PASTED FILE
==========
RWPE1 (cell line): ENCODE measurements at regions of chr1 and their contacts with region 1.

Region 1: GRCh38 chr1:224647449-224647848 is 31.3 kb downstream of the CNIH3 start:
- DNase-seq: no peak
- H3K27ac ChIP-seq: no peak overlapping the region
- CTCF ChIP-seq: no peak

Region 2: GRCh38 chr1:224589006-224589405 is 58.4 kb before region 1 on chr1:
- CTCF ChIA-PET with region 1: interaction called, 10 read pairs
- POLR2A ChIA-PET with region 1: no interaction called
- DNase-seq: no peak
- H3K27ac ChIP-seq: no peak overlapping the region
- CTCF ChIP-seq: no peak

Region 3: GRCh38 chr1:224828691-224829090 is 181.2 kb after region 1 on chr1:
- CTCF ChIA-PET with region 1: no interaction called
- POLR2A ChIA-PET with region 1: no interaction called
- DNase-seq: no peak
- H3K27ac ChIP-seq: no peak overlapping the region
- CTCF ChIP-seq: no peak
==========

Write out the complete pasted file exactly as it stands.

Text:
RWPE1 (cell line): ENCODE measurements at regions of chr1 and their contacts with region 1.

Region 1: GRCh38 chr1:224647449-224647848 is 31.3 kb downstream of the CNIH3 start:
- DNase-seq: no peak
- H3K27ac ChIP-seq: no peak overlapping the region
- CTCF ChIP-seq: no peak

Region 2: GRCh38 chr1:224589006-224589405 is 58.4 kb before region 1 on chr1:
- CTCF ChIA-PET with region 1: interaction called, 10 read pairs
- POLR2A ChIA-PET with region 1: no interaction called
- DNase-seq: no peak
- H3K27ac ChIP-seq: no peak overlapping the region
- CTCF ChIP-seq: no peak

Region 3: GRCh38 chr1:224828691-224829090 is 181.2 kb after region 1 on chr1:
- CTCF ChIA-PET with region 1: no interaction called
- POLR2A ChIA-PET with region 1: no interaction called
- DNase-seq: no peak
- H3K27ac ChIP-seq: no peak overlapping the region
- CTCF ChIP-seq: no peak